When a replica set runs with journaling, mongod instances can safely restart without any administrator intervention.


Journaling requires some resource overhead for write operations. Journaling has no effect on read performance, however.

Journaling is enabled by default on all 64-bit builds of MongoDB v2.0 and greater.

How many arbiters do replica sets need?

Some configurations do not require any arbiter instances. Arbiters vote in elections for primary but do not replicate the data like secondary members.

Replica sets require a majority of the remaining nodes present to elect a primary. Arbiters allow you to construct this majority without the overhead of adding replicating nodes to the system.

There are many possible replica set architectures.

A replica set with an odd number of voting nodes does not need an arbiter.

A common configuration consists of two replicating nodes that include a primary and a secondary, as well as an arbiter for the third node. This configuration makes it possible for the set to elect a primary in the event of failure, without requiring three replicating nodes.

You may also consider adding an arbiter to a set if it has an equal number of nodes in two facilities and network partitions between the facilities are possible. In these cases, the arbiter will break the tie between the two facilities and allow the set to elect a new primary.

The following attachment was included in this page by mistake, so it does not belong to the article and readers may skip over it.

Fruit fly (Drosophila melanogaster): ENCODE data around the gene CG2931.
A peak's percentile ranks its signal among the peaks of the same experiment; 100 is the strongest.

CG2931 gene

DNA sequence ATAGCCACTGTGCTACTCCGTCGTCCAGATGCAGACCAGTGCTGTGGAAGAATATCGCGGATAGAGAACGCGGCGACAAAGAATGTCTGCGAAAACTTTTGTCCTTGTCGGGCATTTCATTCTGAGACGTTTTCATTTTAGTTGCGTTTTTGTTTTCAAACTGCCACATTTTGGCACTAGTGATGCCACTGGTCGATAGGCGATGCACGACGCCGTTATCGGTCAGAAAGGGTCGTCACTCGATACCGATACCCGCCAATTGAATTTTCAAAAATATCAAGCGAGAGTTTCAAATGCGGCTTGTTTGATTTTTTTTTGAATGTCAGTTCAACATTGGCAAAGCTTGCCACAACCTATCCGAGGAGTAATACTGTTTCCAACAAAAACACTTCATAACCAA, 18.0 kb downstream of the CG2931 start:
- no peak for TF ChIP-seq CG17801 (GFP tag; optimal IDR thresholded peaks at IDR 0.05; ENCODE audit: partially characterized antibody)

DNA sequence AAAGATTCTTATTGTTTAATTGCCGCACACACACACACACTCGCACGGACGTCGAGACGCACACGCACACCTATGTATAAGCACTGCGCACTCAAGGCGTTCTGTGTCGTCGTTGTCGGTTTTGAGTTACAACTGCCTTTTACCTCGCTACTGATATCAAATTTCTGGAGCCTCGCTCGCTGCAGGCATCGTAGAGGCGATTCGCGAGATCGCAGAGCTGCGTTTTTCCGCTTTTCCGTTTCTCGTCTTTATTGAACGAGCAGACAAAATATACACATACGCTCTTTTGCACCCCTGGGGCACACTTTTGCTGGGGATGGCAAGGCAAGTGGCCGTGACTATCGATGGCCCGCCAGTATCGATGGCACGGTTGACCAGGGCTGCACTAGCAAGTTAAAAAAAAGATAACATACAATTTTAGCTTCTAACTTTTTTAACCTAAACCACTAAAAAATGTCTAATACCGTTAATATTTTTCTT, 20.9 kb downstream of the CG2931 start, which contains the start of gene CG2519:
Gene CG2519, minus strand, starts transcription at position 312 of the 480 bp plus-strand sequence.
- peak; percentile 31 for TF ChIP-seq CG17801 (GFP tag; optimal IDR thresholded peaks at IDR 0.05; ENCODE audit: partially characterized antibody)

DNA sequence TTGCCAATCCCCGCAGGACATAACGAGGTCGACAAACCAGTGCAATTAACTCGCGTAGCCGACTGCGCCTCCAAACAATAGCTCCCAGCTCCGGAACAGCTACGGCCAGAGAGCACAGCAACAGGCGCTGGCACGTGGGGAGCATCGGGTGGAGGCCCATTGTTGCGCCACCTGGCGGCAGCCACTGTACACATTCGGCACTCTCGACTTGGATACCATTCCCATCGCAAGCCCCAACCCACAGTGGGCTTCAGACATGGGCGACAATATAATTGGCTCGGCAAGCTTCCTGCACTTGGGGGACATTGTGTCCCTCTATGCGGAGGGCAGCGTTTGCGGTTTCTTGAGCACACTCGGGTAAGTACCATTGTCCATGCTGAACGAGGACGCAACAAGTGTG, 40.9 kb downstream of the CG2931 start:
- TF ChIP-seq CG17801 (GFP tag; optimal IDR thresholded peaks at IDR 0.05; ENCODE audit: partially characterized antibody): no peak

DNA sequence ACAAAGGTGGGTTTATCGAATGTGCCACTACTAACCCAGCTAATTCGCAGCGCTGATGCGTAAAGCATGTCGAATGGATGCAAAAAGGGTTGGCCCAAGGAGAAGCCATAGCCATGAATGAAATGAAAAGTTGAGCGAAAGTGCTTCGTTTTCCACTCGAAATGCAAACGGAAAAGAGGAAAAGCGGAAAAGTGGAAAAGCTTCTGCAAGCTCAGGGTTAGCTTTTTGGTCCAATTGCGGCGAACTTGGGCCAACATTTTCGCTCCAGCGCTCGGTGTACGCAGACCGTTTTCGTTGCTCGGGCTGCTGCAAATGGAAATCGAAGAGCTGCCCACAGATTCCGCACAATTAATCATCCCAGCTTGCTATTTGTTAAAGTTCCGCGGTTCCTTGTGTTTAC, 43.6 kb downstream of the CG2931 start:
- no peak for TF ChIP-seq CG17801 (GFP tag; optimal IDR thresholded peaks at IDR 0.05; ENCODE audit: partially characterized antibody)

What information do arbiters exchange with the rest of the replica set?

Arbiters never receive the contents of a collection but do exchange the following data with the rest of the replica set:

  • Credentials used to authenticate the arbiter with the replica set. All MongoDB processes within a replica set use keyfiles. These exchanges are encrypted.
  • Replica set configuration data and voting data. This information is not encrypted. Only credential exchanges are encrypted.

If your MongoDB deployment uses TLS/SSL, then all communications between arbiters and the other members of the replica set are secure. See the documentation for Configure mongod and mongos for TLS/SSL for more information. Run all arbiters on secure networks, as with all MongoDB components.


The overview of Arbiter Members of Replica Sets.

Which members of a replica set vote in elections?

All members of a replica set, unless the value of votes is equal to 0, vote in elections. This includes all delayed, hidden and secondary-only members. Arbiters always vote in elections and always have 1 vote.

Additionally, the state of the voting members also determine whether the member can vote. Only voting members in the following states are eligible to vote:


Do hidden members vote in replica set elections?

Hidden members of replica sets do vote in elections. To exclude a member from voting in an election, change the value of the member’s votes configuration to 0.

Is it normal for replica set members to use different amounts of disk space?


Factors including: different oplog sizes, different levels of storage fragmentation, and MongoDB’s data file pre-allocation can lead to some variation in storage utilization between nodes. Storage use disparities will be most pronounced when you add members at different times.